In fact, on her view, almost all of life’s outcomes may be unhesitatingly ascribed to race.. This is so, she writes, because of statistical disparities among different racial groups. Even if some whites have a lower household net worth than some blacks, what matters to JUSTICE JACKSON is that the average white household has more wealth than the average black household.

This lore is not and has never been true. Even in the segregated South where I grew up, individuals were not the sum of their skin color. Then as now, not all disparities are based on race; not all people are racist; and not all differences between individuals are ascribable to race. Put simply, “the fate of abstract categories of wealth statistics is not the same as the fate of a given set of flesh-and-blood human beings.” Worse still, JUSTICE JACKSON uses her broad observations about statistical relationships between race and select measures of health, wealth, and well-being to label all blacks as victims. Her desire to do so is unfathomable to me. …

Nor do JUSTICE JACKSON’s statistics regarding a correlation between levels of health, wealth, and well-being between selected racial groups prove anything. Of course, none of those statistics are capable of drawing a direct causal link between race — rather than socioeconomic status or any other factor — and individual outcomes. So JUSTICE JACKSON supplies the link herself: the legacy of slavery and the nature of inherited wealth. This, she claims, locks blacks into a seemingly perpetual inferior caste. Such a view is irrational; it is an insult to individual achievement and cancerous to young minds seeking to push through barriers, rather than consign themselves to permanent victimhood.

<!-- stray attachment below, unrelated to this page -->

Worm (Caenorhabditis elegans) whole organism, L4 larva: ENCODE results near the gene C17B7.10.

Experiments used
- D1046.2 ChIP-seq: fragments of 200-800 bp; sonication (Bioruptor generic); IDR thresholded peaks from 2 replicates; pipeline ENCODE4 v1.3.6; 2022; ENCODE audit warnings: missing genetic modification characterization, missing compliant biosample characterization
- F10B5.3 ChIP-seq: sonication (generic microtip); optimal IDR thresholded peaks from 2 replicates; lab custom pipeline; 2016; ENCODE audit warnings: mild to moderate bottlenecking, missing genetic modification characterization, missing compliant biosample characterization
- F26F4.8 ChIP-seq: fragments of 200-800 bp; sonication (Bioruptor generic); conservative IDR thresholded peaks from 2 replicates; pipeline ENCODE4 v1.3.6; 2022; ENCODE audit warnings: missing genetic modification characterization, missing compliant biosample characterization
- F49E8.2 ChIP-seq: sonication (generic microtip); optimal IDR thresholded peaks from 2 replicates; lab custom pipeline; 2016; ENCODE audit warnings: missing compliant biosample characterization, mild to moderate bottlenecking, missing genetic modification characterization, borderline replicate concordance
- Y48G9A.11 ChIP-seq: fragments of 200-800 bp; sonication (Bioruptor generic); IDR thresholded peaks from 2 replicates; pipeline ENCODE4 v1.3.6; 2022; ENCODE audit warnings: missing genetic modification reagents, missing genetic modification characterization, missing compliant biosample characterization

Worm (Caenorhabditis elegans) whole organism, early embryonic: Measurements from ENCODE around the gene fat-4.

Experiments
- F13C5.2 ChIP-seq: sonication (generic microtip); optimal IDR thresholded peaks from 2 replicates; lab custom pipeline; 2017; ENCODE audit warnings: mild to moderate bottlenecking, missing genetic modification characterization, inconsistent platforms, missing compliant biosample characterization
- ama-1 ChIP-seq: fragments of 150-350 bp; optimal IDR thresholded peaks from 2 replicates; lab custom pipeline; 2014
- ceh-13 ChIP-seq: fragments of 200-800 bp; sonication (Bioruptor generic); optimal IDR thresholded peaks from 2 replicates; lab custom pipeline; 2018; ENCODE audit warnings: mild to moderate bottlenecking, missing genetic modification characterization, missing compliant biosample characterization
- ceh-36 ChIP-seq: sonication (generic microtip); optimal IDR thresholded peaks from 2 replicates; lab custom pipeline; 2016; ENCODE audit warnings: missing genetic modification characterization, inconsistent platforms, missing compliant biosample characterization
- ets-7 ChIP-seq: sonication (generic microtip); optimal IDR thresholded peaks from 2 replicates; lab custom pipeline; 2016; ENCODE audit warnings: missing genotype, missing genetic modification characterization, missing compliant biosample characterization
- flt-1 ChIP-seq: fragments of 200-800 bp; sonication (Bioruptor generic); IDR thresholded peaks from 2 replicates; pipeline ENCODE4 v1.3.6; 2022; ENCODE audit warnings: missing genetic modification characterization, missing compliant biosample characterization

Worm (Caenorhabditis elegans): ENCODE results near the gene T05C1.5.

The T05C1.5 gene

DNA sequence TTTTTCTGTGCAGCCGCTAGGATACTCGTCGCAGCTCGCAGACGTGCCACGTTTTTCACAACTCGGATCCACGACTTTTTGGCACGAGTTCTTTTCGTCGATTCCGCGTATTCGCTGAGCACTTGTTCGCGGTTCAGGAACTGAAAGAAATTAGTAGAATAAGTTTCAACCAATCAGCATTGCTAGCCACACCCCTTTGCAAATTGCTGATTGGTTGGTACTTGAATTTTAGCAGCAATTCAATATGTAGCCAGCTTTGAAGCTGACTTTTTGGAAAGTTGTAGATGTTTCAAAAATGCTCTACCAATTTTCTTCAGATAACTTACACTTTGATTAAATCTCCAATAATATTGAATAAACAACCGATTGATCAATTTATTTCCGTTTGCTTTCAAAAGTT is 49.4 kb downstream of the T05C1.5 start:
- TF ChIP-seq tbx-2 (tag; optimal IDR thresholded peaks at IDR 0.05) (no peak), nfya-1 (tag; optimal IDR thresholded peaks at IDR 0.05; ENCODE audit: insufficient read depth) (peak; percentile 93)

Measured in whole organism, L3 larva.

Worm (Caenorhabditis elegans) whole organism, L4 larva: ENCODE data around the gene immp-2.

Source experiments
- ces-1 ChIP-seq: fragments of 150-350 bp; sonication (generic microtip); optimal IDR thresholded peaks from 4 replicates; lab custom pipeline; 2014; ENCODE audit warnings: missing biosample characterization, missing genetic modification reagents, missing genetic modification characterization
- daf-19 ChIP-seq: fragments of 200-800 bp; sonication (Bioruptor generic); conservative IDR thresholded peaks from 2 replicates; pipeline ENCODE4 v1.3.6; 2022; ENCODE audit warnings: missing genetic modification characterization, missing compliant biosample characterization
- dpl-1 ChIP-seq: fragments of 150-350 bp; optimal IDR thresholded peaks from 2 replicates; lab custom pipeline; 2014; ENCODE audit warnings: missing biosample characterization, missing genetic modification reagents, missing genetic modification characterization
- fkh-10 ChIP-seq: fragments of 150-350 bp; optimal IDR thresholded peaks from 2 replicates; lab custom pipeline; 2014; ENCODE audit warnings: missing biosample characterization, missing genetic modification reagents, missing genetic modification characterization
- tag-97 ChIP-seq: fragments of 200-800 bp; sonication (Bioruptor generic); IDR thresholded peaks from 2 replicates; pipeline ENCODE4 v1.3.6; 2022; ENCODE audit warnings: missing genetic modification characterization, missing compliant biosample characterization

You can read the entire SCOTUS opinion HERE.

Another Big Victory for Religious Freedom at the Supreme Court

The Supreme Court delivered a unanimous victory to a former postal worker who, despite his religious objects, was forced to work Sundays. Gerald Groff’s lawyers argued the USPS should have made accommodations for his religious beliefs under Title VII of the Civil Rights Act. The law calls for accommodation unless doing so would cause an “undue hardship” on the company. A 1977 decision dramatically reduced the “undue hardship” requirement, gutting religious protections for workers. Yesterday’s decision rolled back the precedent, greatly strengthening the rights of employees of faith.

As Catholic News Agency explained:

The court rejected the “de minimis” interpretation of the “Hardison Standard,” which has been used to deny employees’ religious accommodation requests if they present more than a “trivial cost” to the employer.

Justice Samuel Alito wrote that the law requires companies to show a “substantial” burden if they wish to deny a religious accommodation.

Will be interesting to see how this decision impacts employees canned for refusing to take the Jab.

Big Day Today at the Court Too

The Supreme Court wraps up its business for the term with two hot button doozies.

303 Creative v. Ellis concerns a web designer who doesn’t want to make custom websites for same-sex weddings in violation of her religious beliefs.

Biden v. Nebraska concerns whether Joe Biden usurped Congress’s authority by unilaterally “forgiving” billions in student loans in the run-up to the 2022 midterms. We put “forgiving” loans in quotes, because it’s not forgiving a loan if you are forcing innocent, hard-working folk to pay it.

Along The Stream

Stream editor and best-selling military author Tom Sileo kicks off our Independence Day Weekend with “Fourth of July: Honoring Freedom’s Defenders.”

John Zmirak can only conclude that “Progressive Christians Want to Watch the Church Burn.”

 

Al Perrotta is the Managing Editor of The Stream, chief barista for The Brew and co-author, with John Zmirak, of The Politically Incorrect Guide to Immigration. You can follow him at @StreamingAl at GETTR, Gab, Parler, and now at TRUTH Social.